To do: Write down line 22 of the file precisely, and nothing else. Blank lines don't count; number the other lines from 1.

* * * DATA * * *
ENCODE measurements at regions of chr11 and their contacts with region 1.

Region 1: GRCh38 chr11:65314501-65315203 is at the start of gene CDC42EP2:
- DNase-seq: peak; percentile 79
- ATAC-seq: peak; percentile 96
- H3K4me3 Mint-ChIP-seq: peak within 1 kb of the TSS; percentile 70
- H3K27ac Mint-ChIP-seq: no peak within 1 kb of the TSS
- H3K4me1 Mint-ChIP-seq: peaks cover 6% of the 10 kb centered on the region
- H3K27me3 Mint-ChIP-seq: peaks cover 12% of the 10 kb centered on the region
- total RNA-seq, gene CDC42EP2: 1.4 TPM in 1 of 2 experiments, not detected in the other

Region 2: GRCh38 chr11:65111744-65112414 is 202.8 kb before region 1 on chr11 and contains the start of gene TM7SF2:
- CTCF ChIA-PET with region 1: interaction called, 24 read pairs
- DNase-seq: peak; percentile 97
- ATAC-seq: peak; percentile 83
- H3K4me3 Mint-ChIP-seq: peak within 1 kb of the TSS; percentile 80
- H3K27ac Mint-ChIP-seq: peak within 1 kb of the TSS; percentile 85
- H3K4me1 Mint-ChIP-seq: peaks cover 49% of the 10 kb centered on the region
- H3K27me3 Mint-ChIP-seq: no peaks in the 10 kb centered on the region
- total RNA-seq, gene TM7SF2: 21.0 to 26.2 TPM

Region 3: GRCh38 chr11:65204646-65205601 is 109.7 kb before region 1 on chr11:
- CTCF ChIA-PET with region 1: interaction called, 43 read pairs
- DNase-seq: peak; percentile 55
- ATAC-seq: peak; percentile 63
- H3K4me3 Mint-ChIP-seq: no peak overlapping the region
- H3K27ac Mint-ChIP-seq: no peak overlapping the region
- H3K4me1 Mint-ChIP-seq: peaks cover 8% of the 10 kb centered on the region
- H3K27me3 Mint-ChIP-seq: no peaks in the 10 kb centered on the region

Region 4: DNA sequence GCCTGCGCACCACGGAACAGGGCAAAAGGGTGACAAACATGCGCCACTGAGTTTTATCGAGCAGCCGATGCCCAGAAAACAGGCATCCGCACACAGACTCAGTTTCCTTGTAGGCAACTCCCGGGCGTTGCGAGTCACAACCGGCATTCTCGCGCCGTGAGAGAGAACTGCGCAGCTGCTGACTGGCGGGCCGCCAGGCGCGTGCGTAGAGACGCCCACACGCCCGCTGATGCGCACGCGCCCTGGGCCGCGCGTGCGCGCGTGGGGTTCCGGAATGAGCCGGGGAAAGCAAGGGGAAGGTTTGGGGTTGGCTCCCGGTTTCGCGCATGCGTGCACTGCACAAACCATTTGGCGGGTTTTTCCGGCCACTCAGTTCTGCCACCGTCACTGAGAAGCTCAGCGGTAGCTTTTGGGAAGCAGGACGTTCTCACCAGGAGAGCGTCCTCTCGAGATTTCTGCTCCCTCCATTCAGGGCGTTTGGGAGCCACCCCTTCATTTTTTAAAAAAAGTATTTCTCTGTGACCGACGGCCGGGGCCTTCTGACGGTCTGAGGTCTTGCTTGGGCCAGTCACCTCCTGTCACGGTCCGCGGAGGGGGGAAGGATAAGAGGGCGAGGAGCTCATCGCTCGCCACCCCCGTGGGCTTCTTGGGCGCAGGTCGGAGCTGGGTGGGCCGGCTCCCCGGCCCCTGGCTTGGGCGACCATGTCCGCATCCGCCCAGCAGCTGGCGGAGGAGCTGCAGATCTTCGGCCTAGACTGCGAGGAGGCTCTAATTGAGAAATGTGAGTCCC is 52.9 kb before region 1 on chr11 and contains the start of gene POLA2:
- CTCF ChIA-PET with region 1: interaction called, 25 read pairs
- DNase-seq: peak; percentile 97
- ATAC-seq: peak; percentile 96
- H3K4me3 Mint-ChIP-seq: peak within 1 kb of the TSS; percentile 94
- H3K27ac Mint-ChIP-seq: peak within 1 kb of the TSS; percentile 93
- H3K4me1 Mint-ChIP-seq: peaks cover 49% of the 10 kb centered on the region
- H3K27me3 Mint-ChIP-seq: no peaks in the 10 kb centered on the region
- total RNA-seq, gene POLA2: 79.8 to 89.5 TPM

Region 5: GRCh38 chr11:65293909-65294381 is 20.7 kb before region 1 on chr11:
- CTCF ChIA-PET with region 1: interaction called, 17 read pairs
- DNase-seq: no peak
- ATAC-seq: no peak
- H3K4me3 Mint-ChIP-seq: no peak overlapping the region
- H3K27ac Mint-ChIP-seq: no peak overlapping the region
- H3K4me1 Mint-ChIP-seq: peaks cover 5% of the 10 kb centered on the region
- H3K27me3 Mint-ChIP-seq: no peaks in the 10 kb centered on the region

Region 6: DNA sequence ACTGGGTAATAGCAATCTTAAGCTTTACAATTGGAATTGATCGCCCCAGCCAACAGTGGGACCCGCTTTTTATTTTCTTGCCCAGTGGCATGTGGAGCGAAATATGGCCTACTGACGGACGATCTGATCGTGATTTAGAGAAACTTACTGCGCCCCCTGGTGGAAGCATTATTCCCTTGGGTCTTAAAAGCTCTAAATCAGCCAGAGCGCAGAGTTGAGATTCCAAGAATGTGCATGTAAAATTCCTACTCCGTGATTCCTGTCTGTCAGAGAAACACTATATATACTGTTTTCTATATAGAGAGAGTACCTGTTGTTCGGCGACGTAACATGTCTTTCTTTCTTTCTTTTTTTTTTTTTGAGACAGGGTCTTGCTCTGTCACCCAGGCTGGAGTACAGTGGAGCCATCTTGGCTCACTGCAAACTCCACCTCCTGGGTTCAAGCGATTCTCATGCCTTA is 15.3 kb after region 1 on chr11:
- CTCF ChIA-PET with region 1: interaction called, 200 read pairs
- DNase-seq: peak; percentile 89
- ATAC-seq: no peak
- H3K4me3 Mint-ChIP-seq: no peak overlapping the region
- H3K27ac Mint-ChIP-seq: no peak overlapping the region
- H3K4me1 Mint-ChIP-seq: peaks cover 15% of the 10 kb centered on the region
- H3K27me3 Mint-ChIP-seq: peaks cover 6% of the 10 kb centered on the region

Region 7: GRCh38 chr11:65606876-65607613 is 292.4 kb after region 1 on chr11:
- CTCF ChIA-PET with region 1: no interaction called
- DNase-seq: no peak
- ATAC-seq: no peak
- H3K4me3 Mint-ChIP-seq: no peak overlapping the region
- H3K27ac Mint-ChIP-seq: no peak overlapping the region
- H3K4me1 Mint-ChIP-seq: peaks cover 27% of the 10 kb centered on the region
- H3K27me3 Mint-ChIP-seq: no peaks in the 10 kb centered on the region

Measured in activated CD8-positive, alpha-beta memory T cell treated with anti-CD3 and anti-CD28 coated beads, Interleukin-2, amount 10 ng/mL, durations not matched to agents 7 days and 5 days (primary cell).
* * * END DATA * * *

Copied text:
- ATAC-seq: peak; percentile 63